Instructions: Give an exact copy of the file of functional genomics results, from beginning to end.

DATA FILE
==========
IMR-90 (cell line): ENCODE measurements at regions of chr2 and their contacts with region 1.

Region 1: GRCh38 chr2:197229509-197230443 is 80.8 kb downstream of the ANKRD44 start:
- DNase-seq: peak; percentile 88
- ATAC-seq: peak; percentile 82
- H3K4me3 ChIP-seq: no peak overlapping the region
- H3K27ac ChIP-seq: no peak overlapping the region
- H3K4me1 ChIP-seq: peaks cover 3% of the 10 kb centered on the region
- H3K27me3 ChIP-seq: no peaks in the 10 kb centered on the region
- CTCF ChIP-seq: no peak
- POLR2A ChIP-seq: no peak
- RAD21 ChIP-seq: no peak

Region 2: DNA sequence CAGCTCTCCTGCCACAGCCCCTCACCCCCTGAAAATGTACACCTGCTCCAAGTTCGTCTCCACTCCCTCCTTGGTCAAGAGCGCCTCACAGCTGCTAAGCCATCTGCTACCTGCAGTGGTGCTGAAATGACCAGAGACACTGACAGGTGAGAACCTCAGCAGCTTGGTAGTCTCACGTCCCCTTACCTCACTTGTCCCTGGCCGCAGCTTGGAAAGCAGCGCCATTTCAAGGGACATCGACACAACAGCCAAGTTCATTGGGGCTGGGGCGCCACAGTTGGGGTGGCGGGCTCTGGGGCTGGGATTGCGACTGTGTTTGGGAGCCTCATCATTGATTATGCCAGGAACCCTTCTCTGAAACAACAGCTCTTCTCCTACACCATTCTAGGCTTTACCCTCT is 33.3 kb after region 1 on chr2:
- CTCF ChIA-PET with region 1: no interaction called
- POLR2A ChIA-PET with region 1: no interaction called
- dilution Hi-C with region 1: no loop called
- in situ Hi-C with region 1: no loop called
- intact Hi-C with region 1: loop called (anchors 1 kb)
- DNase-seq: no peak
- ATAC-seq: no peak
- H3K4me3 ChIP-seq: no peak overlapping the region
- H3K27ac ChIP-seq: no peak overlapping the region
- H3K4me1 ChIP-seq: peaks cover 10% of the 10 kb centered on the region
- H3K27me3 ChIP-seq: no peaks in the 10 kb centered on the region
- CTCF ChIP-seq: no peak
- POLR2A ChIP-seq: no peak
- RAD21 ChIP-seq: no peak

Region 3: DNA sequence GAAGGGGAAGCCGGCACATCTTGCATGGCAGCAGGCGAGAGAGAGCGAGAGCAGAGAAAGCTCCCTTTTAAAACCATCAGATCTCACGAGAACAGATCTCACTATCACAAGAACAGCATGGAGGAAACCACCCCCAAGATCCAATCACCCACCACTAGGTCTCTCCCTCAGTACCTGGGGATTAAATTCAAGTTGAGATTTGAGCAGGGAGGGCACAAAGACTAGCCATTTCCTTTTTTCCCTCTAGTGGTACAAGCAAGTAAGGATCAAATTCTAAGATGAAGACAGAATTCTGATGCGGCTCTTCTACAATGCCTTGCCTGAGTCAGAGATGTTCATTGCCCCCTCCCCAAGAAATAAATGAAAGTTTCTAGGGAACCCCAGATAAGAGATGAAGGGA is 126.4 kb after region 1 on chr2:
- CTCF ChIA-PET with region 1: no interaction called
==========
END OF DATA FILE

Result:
IMR-90 (cell line): ENCODE measurements at regions of chr2 and their contacts with region 1.

Region 1: GRCh38 chr2:197229509-197230443 is 80.8 kb downstream of the ANKRD44 start:
- DNase-seq: peak; percentile 88
- ATAC-seq: peak; percentile 82
- H3K4me3 ChIP-seq: no peak overlapping the region
- H3K27ac ChIP-seq: no peak overlapping the region
- H3K4me1 ChIP-seq: peaks cover 3% of the 10 kb centered on the region
- H3K27me3 ChIP-seq: no peaks in the 10 kb centered on the region
- CTCF ChIP-seq: no peak
- POLR2A ChIP-seq: no peak
- RAD21 ChIP-seq: no peak

Region 2: DNA sequence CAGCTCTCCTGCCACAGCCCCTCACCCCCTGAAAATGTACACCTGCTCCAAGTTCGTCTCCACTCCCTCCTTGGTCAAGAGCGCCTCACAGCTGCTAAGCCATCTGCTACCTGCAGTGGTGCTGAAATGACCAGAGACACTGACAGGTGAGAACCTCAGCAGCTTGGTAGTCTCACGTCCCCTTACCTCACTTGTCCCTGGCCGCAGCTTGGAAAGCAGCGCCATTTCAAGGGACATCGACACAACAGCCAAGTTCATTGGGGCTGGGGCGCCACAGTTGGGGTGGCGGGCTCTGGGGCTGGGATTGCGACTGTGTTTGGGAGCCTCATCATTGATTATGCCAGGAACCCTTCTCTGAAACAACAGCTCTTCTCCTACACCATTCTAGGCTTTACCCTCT is 33.3 kb after region 1 on chr2:
- CTCF ChIA-PET with region 1: no interaction called
- POLR2A ChIA-PET with region 1: no interaction called
- dilution Hi-C with region 1: no loop called
- in situ Hi-C with region 1: no loop called
- intact Hi-C with region 1: loop called (anchors 1 kb)
- DNase-seq: no peak
- ATAC-seq: no peak
- H3K4me3 ChIP-seq: no peak overlapping the region
- H3K27ac ChIP-seq: no peak overlapping the region
- H3K4me1 ChIP-seq: peaks cover 10% of the 10 kb centered on the region
- H3K27me3 ChIP-seq: no peaks in the 10 kb centered on the region
- CTCF ChIP-seq: no peak
- POLR2A ChIP-seq: no peak
- RAD21 ChIP-seq: no peak

Region 3: DNA sequence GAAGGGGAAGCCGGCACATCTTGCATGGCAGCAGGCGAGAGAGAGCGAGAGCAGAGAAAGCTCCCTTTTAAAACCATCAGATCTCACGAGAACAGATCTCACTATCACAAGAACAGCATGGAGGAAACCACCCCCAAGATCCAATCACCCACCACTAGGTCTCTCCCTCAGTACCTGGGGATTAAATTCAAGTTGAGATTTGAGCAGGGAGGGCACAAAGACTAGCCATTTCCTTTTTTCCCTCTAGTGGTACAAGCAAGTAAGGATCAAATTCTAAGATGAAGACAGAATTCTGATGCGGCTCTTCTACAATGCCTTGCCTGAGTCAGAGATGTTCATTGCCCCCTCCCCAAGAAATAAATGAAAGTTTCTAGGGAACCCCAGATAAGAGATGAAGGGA is 126.4 kb after region 1 on chr2:
- CTCF ChIA-PET with region 1: no interaction called